After five decades of sustainability debates and policymaking, the world is still lacking a comprehensive strategy that recognizes the complexity of the issues and tradeoffs involved. While setting ambitious goals to effect quantum change is desirable, policymaking needs to recognize that it is impossible to determine with precision all of the actions required to ensure sustainability. Thus, a self-adaptive approach based on trial-and-error and experimentation must be adopted.

Just reading such a heady and intellectual paragraph makes it so easy to be apathetic, I thought. After all, how can little ol’ me possibly change anything in the bigger scheme of things, one person in a population of over 7 billion, which is growing by more than 200,000 people every day. It's all well and good to profess that we must work together, until the idea of ‘working together’ is thrown to the wind. A recent statistic I read stated that 85 people (yes, individual people) own more wealth than 3.5 billion of the world's poorest people. That's almost half the global population!

I only need to be still for a few moments to feel how scarily wrong the whole system is.

However, the truth is that I too am part of the system. It's a truth I must accept, whether I like it or not, however much I attempt to isolate myself within my cosy and comfortable London life. Shutting down my mind or turning a blind eye is the easier path, but this will not change the fact that there is no magic answer.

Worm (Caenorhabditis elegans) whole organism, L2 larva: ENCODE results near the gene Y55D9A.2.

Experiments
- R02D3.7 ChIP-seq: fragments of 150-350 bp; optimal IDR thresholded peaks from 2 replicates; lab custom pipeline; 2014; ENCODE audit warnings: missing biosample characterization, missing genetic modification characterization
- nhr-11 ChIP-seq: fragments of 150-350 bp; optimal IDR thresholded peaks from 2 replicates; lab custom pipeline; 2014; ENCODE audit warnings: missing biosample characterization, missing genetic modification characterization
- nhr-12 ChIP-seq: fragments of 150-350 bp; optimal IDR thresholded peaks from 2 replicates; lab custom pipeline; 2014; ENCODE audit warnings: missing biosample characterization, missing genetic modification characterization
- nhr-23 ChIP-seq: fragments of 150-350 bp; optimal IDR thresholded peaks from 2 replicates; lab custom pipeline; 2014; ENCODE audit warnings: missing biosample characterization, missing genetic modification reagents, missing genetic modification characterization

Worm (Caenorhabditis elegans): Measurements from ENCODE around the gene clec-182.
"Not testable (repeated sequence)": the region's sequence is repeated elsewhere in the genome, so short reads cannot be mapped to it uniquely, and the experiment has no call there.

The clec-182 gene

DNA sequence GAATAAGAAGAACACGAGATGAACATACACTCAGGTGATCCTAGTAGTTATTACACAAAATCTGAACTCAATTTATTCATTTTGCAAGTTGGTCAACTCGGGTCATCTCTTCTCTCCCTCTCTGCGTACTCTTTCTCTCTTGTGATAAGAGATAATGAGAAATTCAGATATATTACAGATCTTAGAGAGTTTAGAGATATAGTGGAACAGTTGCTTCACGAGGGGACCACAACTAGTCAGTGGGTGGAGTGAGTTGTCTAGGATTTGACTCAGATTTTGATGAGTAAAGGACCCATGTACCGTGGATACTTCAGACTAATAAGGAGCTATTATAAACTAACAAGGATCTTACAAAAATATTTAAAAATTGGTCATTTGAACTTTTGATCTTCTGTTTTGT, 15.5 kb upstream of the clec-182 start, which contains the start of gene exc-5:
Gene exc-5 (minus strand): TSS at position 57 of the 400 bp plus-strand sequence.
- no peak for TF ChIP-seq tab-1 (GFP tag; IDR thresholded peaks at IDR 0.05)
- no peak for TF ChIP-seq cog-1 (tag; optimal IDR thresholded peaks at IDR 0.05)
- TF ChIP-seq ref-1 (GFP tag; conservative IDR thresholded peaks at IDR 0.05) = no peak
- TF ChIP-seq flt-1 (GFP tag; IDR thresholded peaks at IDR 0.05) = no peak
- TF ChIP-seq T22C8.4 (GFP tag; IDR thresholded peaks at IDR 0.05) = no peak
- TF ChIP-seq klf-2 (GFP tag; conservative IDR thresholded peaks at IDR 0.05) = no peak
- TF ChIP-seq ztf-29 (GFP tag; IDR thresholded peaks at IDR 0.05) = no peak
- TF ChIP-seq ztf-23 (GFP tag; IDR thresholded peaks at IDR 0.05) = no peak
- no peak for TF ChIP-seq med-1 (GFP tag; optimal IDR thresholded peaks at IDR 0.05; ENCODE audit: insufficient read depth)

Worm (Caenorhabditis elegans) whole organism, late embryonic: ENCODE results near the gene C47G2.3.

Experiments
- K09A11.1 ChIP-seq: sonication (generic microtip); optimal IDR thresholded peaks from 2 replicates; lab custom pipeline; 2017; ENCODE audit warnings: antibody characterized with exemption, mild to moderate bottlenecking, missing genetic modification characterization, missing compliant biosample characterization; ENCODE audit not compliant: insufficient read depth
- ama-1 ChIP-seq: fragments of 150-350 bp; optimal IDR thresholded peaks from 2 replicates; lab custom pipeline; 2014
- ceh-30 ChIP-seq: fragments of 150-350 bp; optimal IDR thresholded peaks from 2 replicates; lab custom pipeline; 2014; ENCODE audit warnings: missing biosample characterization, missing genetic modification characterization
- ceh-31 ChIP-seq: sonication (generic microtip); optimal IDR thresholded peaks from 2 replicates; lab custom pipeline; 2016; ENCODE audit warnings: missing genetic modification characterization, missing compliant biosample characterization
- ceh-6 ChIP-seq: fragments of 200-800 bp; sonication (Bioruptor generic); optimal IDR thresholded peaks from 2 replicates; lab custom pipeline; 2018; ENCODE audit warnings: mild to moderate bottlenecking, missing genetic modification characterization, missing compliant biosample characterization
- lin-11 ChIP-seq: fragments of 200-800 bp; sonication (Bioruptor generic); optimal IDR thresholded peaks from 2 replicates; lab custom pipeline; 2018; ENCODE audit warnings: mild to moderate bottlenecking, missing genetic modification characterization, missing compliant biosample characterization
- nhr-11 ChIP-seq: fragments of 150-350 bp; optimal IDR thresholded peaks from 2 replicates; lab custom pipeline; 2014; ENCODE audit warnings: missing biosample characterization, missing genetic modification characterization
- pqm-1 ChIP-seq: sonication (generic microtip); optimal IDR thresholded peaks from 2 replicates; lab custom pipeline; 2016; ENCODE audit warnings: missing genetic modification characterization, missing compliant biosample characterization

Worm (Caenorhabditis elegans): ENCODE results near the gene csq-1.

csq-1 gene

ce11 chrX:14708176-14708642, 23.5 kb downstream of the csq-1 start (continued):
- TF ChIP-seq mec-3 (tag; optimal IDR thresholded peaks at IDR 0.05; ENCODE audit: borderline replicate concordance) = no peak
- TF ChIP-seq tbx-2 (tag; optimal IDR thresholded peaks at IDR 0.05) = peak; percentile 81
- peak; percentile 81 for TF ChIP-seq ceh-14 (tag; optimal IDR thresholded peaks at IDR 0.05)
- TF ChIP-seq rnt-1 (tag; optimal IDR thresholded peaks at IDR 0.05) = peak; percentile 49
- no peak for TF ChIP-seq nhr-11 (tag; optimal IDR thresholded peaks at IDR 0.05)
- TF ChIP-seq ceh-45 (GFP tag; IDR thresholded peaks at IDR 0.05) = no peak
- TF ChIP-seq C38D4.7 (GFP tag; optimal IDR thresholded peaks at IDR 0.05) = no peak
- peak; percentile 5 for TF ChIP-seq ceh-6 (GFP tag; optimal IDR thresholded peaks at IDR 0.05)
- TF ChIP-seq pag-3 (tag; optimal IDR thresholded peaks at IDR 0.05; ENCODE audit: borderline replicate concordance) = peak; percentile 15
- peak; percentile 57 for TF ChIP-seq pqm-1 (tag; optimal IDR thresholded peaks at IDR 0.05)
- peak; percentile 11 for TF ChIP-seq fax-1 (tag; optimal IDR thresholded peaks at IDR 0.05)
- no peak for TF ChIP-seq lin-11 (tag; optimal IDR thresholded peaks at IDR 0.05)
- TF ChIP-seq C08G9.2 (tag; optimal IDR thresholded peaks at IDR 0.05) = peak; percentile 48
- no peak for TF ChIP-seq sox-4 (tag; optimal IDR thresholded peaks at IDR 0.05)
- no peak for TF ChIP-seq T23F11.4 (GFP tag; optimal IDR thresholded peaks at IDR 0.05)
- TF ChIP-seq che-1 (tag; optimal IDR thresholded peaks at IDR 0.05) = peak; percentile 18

So what does it really mean to be adaptive? Many teachers, philosophers, psychologists and scientists have used the analogy that our mind (our individual thoughts, knowledge, experiences, memories, etc.) is a microcosm of what we manifest collectively as the macrocosm that is our world. At an individual level, a very simple example: I woke up one morning last week and remembered that I had forgotten to hang out the clothes from the washing machine before going to bed the previous night. I also realised that when I put the machine on, I had had the thought that I would forget. And so I did forget. There are many instances of this process that we generally overlook by saying, well, that's just the way I am… forgetful, daydreamer, scatterbrained, etc.

Most of our younger life is spent building habits and traits of personality that help us to survive. In the modern world, this is usually to get a good education, in order to get a good job, in order to earn a good wage, in order to buy a nice house, and to have savings to raise a family, and on and on. There is nothing inherently wrong in this; it is part of the current modus operandi that we believe will ensure the survival of our species. Yet, when do we stop to question ourselves about what we are really doing with our lives?